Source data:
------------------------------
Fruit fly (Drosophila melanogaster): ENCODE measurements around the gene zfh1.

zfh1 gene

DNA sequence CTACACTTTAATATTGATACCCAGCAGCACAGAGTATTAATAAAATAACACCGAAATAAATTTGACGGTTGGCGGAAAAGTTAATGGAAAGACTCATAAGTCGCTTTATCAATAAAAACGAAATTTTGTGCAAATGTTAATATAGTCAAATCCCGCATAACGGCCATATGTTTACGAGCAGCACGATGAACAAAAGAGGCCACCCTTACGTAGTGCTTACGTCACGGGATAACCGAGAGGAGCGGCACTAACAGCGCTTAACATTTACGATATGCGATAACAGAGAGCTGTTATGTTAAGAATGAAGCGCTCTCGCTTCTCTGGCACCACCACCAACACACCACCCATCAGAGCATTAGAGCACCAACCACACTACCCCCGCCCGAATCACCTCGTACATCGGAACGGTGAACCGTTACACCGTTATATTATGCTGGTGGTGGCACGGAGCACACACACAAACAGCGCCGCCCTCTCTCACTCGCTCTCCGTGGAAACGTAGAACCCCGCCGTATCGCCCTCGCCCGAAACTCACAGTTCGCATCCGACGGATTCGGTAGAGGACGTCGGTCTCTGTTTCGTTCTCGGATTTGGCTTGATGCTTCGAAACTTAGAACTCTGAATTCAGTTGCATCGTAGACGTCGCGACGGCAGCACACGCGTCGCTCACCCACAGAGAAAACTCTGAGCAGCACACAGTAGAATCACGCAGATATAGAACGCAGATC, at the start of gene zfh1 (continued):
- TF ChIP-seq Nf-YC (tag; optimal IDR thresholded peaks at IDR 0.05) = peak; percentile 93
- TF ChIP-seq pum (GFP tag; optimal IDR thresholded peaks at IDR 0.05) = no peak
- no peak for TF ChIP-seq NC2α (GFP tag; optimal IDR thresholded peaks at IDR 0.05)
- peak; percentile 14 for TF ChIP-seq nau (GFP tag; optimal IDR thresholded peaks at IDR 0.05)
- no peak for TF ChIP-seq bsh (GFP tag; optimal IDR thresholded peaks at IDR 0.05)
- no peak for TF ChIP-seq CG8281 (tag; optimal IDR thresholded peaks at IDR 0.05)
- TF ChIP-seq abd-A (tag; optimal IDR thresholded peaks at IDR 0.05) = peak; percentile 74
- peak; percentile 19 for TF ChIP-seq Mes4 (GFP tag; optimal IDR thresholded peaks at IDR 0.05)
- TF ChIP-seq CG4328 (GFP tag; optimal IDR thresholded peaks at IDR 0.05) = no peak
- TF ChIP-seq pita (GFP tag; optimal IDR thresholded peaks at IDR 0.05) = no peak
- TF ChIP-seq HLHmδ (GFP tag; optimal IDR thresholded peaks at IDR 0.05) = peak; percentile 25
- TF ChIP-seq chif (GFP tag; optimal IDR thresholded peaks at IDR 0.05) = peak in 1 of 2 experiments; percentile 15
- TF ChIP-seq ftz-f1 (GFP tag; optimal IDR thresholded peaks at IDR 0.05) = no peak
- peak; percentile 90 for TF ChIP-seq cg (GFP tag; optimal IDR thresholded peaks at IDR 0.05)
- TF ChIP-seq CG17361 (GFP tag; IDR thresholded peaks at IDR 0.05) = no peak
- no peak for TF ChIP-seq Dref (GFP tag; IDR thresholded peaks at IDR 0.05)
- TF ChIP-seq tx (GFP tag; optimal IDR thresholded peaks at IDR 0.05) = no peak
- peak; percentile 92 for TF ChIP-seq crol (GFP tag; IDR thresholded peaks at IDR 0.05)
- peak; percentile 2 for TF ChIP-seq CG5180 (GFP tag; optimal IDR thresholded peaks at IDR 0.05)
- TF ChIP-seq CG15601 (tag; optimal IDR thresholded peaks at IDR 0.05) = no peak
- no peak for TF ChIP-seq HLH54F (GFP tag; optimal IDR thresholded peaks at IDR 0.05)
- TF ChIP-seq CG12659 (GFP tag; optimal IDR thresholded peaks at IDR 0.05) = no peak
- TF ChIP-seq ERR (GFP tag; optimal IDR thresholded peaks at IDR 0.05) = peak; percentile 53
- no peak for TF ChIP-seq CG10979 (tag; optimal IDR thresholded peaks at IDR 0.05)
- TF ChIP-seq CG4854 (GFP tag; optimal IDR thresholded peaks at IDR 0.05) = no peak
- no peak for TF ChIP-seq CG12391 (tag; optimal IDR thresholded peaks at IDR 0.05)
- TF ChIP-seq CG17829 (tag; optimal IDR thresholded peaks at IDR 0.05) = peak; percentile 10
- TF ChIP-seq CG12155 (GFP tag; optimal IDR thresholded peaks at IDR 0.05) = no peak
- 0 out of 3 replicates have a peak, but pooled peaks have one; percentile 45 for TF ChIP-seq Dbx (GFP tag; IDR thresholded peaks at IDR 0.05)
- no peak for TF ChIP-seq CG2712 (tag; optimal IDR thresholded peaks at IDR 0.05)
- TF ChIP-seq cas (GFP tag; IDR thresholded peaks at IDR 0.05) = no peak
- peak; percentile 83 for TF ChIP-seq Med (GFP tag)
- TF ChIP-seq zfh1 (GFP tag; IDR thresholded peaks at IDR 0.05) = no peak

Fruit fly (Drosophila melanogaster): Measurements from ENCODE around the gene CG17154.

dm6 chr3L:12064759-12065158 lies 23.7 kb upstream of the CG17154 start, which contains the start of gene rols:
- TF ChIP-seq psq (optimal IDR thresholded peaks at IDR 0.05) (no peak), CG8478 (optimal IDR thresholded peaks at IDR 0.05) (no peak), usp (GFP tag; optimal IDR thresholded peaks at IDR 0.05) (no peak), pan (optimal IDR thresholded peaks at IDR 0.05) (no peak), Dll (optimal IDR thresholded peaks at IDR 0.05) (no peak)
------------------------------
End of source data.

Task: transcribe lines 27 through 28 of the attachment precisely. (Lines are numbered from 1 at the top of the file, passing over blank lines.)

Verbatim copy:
- no peak for TF ChIP-seq CG10979 (tag; optimal IDR thresholded peaks at IDR 0.05)
- TF ChIP-seq CG4854 (GFP tag; optimal IDR thresholded peaks at IDR 0.05) = no peak